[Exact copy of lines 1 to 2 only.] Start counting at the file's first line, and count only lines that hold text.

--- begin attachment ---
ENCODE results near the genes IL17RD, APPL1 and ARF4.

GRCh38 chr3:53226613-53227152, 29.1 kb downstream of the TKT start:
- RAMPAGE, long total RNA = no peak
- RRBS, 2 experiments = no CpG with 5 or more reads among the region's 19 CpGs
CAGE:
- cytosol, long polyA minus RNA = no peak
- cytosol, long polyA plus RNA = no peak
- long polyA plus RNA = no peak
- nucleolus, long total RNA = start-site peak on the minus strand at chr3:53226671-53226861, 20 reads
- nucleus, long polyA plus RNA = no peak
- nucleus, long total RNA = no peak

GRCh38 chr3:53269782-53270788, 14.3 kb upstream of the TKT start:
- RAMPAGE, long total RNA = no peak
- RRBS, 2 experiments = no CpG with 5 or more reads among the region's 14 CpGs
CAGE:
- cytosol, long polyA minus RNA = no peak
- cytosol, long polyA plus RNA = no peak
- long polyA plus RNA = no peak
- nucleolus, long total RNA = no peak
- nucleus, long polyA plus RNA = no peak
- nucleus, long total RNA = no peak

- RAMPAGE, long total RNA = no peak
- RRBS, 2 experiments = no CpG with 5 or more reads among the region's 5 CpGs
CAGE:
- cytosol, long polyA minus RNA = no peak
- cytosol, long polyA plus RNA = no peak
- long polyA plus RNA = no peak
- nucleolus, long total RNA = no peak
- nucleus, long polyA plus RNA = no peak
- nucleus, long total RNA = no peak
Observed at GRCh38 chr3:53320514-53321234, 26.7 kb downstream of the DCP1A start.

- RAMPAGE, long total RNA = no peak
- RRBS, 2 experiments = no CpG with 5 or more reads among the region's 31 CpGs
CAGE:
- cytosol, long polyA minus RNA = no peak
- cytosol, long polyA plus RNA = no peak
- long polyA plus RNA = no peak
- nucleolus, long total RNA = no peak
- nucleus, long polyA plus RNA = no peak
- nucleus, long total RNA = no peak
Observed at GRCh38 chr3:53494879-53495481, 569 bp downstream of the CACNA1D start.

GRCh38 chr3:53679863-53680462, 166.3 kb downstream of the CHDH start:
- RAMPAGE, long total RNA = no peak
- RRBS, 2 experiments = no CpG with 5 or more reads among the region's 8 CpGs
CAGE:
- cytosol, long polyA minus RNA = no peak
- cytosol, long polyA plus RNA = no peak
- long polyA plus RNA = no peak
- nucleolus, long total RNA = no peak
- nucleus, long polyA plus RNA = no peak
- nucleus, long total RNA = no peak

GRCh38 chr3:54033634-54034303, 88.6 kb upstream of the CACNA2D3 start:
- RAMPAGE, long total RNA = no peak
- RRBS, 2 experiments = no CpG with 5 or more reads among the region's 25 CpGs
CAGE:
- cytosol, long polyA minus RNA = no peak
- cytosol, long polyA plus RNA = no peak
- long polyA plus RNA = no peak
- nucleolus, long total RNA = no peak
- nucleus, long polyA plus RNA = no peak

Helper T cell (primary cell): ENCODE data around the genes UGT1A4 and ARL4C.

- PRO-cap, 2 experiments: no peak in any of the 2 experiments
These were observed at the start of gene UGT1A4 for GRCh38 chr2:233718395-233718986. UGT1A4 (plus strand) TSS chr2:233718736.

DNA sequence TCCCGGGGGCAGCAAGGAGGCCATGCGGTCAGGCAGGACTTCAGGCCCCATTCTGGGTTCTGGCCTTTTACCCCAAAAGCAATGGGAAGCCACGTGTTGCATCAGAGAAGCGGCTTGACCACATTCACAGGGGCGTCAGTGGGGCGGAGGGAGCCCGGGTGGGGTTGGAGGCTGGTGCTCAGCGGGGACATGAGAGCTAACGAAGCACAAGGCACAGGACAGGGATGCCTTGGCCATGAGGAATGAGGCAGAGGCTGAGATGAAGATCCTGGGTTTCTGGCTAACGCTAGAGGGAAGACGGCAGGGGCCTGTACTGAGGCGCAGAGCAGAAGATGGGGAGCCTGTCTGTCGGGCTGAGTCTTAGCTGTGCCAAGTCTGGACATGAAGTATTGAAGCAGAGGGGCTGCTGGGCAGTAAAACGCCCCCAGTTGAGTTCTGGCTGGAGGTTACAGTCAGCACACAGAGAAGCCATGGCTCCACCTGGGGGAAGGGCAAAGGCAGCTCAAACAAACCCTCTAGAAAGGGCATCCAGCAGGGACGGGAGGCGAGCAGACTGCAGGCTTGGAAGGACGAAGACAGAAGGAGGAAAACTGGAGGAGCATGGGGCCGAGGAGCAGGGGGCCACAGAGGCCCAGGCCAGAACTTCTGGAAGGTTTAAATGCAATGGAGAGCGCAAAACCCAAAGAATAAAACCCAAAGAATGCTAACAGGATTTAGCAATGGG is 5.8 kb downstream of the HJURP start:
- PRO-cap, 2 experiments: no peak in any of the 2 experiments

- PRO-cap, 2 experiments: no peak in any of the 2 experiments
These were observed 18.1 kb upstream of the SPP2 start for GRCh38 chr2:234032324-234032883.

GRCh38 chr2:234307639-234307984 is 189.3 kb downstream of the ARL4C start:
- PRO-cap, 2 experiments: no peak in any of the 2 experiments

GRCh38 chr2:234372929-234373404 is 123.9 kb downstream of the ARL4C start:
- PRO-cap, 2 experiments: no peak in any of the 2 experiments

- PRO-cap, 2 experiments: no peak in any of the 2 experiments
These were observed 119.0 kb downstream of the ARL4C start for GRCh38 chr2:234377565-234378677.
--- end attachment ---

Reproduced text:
ENCODE results near the genes IL17RD, APPL1 and ARF4.

GRCh38 chr3:53226613-53227152, 29.1 kb downstream of the TKT start: